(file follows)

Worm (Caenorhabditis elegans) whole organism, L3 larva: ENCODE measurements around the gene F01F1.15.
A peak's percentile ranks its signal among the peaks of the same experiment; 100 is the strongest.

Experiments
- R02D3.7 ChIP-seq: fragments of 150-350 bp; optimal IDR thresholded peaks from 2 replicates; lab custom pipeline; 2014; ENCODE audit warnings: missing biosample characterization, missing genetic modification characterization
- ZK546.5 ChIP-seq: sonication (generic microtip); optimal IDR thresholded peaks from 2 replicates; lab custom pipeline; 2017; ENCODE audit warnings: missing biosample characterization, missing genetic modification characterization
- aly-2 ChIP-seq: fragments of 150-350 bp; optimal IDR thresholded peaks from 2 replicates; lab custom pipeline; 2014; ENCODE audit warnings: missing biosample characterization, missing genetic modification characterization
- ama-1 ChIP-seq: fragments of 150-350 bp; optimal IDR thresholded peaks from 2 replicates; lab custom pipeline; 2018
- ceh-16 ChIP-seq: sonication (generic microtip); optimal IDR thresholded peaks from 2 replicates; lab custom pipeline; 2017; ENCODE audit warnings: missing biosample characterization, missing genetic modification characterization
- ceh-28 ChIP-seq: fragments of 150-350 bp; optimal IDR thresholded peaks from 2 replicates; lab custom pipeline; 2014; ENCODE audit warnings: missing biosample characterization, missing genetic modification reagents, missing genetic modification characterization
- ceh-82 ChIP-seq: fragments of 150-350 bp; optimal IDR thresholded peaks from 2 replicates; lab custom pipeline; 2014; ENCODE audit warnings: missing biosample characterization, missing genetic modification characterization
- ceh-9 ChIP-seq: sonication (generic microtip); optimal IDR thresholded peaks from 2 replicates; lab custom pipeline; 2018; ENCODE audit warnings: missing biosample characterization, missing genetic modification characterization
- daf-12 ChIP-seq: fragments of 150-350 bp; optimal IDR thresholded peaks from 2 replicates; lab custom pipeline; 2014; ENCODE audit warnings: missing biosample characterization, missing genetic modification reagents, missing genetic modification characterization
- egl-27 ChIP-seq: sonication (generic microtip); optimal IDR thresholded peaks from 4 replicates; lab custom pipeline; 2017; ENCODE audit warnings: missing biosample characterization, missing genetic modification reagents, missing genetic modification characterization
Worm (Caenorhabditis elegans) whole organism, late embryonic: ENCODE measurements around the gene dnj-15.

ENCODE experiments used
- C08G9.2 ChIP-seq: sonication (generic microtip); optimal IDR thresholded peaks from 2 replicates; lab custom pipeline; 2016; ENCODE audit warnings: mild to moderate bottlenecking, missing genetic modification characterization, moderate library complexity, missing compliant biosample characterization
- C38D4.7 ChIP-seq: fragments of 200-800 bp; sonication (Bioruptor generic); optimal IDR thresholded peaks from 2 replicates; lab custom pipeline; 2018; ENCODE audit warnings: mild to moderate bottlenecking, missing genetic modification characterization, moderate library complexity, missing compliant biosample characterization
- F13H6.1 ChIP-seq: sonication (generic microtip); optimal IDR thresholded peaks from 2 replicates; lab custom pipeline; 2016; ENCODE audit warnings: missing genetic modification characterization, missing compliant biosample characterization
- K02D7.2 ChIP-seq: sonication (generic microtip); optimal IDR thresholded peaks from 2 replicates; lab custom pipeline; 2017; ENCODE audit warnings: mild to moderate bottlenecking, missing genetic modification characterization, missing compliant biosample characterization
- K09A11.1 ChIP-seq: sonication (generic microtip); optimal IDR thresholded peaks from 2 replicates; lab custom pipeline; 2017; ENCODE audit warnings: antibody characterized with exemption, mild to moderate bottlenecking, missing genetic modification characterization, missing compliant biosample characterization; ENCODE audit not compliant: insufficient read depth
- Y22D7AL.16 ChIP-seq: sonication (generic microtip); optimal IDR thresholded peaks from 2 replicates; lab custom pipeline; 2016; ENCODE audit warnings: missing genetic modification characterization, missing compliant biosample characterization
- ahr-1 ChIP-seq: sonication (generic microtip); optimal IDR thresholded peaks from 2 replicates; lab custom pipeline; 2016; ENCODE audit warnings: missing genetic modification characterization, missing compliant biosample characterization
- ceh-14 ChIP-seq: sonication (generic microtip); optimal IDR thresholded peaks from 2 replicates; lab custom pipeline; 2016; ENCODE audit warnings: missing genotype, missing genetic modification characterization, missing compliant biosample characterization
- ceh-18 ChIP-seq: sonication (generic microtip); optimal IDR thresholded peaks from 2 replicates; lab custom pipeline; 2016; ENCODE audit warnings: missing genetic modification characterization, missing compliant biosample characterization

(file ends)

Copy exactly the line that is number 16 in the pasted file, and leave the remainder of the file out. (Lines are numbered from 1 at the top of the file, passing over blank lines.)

- C08G9.2 ChIP-seq: sonication (generic microtip); optimal IDR thresholded peaks from 2 replicates; lab custom pipeline; 2016; ENCODE audit warnings: mild to moderate bottlenecking, missing genetic modification characterization, moderate library complexity, missing compliant biosample characterization